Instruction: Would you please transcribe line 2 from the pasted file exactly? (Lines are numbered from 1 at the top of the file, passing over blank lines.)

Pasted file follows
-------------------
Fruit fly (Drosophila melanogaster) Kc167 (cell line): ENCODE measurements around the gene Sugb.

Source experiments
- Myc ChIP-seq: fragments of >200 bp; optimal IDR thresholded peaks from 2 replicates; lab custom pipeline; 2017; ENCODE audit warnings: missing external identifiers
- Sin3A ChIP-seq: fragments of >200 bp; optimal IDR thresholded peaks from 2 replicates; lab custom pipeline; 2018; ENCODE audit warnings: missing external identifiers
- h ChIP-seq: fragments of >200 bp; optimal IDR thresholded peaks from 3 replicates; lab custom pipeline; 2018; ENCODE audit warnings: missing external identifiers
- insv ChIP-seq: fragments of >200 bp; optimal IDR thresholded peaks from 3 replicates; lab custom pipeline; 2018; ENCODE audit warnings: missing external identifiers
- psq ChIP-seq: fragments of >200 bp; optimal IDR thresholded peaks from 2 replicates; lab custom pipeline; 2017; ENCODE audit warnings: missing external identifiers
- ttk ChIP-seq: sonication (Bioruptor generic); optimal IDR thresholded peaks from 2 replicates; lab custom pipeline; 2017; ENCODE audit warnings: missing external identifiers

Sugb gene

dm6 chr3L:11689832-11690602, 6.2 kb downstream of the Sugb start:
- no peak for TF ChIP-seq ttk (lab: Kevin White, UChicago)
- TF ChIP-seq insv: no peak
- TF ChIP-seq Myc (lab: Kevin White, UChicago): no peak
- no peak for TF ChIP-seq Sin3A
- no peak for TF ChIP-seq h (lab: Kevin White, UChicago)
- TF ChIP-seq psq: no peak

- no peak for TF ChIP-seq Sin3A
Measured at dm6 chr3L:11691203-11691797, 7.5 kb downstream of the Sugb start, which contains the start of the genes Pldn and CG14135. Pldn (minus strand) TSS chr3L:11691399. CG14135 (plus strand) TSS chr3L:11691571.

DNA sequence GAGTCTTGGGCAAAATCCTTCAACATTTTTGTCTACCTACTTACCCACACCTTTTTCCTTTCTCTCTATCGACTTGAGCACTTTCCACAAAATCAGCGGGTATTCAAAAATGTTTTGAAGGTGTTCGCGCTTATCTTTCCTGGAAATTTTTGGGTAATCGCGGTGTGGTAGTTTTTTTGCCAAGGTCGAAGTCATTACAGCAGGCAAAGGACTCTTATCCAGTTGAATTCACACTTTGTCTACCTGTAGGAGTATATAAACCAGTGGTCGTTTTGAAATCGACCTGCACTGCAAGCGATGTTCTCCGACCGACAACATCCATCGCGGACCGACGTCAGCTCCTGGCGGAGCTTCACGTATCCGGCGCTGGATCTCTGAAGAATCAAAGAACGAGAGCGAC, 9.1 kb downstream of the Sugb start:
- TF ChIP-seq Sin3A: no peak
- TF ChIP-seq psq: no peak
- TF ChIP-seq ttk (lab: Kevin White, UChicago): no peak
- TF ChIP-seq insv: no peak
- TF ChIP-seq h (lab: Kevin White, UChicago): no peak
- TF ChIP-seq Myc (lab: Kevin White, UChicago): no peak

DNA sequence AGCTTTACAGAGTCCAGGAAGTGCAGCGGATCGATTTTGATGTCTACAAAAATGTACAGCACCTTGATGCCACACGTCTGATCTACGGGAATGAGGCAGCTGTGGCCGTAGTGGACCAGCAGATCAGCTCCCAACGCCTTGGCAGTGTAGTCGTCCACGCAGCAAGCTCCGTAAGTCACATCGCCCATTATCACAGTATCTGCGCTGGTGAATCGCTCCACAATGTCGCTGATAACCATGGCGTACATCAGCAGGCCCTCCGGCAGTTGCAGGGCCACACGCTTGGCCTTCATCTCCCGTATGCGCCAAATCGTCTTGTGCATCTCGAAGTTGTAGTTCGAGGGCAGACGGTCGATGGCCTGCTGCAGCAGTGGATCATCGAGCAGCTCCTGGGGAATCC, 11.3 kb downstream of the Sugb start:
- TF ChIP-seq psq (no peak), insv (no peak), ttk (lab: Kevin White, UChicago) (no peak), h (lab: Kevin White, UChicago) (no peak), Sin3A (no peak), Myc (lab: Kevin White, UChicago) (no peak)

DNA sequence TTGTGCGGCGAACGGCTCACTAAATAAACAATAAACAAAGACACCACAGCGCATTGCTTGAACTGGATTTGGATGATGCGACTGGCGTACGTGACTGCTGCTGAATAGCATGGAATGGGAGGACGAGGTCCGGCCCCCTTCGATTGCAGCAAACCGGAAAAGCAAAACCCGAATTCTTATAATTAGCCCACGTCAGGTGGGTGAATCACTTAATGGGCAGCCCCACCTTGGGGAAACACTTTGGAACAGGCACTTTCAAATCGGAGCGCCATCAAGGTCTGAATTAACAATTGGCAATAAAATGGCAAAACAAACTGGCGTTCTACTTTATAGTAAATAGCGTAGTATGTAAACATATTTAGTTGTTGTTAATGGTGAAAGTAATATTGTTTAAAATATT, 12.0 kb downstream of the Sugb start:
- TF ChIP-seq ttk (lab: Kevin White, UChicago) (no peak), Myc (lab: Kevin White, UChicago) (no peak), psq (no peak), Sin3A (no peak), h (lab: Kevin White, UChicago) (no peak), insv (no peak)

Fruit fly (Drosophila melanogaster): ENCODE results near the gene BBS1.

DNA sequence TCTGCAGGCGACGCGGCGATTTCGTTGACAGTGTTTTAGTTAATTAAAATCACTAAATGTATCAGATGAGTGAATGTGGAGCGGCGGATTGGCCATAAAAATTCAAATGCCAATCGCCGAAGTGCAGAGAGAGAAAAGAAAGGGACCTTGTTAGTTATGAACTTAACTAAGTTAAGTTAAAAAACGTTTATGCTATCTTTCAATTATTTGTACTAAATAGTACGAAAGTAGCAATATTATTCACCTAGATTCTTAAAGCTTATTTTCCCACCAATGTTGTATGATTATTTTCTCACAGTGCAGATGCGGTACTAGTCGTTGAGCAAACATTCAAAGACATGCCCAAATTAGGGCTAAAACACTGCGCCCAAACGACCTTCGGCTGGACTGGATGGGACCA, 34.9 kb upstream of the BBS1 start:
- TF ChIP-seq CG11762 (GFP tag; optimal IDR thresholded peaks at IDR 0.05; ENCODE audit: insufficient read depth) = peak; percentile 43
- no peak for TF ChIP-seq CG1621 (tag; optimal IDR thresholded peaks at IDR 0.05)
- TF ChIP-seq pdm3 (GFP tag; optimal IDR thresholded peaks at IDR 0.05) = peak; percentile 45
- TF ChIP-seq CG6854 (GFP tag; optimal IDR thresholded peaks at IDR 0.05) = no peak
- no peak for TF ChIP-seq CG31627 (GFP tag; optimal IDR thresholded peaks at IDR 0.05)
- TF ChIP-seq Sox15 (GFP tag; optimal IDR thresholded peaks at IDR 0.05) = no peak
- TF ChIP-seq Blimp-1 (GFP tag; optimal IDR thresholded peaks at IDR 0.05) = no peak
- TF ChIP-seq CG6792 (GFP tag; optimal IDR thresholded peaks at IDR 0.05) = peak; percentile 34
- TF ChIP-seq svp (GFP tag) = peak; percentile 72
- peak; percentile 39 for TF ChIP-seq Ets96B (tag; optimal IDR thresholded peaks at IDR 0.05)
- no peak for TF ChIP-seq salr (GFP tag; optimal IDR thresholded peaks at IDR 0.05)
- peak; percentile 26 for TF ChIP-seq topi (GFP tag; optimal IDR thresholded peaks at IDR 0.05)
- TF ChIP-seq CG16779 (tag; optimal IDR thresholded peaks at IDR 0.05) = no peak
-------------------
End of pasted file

Source experiments